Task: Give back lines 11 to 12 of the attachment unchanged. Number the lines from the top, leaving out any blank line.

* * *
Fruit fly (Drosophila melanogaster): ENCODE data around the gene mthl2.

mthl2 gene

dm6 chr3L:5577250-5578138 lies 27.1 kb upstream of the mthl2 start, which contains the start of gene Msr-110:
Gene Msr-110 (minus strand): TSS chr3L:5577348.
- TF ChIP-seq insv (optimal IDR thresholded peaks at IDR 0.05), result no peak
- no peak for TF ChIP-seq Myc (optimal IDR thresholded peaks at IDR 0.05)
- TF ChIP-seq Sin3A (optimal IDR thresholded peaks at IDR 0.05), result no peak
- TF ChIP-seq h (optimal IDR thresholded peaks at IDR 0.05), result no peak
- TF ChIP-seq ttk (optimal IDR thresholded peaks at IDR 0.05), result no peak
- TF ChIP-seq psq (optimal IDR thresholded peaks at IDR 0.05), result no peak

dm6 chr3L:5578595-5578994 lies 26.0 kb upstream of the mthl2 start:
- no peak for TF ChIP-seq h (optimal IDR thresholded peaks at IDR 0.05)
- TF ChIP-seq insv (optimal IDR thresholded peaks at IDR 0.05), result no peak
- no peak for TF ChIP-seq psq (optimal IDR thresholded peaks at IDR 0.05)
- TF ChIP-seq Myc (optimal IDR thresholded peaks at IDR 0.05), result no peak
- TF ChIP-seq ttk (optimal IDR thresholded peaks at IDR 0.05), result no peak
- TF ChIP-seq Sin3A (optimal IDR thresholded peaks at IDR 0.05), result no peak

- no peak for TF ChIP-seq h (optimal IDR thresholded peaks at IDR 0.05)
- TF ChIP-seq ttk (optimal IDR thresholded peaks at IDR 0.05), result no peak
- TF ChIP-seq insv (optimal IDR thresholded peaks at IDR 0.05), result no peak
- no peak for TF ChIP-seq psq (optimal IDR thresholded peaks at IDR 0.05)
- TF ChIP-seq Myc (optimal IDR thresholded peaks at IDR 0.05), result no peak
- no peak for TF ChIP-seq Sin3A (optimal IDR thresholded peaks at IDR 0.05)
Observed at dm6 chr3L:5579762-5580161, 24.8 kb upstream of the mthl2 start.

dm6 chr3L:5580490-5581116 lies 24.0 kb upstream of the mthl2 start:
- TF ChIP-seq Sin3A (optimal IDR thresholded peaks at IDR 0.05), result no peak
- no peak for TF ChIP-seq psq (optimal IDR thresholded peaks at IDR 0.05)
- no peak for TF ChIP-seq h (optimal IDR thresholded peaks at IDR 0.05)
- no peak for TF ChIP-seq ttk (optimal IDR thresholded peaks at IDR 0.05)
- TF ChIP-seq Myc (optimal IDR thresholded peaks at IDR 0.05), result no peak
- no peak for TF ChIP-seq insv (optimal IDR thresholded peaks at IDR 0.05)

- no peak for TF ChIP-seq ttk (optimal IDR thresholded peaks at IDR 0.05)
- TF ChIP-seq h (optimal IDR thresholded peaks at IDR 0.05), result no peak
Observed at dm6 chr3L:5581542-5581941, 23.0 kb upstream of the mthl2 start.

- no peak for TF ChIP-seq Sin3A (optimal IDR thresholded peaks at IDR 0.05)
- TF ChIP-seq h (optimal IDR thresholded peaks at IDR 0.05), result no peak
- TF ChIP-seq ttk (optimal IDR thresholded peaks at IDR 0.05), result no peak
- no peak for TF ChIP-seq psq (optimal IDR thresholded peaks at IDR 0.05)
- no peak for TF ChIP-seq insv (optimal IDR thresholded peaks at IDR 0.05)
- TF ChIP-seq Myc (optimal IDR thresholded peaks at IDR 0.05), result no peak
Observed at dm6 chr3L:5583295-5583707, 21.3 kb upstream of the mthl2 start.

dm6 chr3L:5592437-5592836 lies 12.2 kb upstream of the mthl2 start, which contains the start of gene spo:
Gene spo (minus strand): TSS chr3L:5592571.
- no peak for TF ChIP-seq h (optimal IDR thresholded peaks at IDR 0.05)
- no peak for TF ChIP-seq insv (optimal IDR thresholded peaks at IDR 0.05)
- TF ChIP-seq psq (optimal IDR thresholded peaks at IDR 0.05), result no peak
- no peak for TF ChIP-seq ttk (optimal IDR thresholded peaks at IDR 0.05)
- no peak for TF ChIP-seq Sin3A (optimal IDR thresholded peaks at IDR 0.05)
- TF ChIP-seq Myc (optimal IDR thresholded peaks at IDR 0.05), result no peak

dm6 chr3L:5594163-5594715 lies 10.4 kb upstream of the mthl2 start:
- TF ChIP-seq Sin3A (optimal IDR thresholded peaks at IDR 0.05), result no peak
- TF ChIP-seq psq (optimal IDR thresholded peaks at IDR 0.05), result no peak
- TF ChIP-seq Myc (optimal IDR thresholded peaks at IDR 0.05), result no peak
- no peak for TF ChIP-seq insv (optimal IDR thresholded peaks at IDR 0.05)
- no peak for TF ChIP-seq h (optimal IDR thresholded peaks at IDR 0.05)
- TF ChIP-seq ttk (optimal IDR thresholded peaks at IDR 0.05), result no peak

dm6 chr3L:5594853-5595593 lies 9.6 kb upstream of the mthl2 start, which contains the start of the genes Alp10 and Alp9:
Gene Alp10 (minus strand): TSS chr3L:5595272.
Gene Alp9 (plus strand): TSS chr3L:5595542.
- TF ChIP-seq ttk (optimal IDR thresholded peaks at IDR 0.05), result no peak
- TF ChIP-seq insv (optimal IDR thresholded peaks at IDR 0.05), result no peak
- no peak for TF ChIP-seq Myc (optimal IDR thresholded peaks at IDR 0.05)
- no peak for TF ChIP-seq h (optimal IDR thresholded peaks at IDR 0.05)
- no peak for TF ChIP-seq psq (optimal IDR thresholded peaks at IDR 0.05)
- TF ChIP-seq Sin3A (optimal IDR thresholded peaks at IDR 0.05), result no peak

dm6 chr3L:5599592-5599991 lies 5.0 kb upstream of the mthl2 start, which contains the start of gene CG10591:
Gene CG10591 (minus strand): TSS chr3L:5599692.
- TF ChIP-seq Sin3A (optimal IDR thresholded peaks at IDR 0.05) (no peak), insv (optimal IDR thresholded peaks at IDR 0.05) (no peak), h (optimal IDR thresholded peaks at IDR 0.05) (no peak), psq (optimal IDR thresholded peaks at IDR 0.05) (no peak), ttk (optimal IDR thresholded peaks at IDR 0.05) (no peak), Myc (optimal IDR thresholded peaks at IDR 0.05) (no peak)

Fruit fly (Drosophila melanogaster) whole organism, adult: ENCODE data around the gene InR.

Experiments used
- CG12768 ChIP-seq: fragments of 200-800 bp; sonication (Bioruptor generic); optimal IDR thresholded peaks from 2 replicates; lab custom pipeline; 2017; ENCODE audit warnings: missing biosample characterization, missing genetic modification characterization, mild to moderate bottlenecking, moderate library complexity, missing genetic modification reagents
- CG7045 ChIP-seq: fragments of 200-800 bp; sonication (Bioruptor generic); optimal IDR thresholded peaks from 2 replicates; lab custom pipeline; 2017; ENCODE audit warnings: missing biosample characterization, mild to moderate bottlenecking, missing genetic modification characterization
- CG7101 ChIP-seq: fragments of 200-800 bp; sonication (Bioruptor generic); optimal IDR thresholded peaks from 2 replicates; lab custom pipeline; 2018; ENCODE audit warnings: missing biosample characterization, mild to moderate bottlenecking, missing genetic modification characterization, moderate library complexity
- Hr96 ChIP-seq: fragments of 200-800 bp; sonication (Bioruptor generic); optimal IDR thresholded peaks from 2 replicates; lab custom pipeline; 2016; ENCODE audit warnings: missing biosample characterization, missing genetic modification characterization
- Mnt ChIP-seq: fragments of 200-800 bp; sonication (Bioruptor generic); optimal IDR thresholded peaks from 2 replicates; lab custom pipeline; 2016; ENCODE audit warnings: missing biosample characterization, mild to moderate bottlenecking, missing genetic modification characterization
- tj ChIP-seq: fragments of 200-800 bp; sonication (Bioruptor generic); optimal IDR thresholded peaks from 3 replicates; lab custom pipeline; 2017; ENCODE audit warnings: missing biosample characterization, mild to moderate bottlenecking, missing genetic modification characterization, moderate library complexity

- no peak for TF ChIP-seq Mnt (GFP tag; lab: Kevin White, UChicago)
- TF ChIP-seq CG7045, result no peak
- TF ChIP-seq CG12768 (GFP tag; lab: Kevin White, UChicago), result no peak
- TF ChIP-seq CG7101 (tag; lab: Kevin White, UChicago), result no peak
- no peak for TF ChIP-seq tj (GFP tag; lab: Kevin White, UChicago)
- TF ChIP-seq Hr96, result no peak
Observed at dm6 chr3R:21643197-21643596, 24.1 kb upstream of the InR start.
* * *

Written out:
dm6 chr3L:5578595-5578994 lies 26.0 kb upstream of the mthl2 start:
- no peak for TF ChIP-seq h (optimal IDR thresholded peaks at IDR 0.05)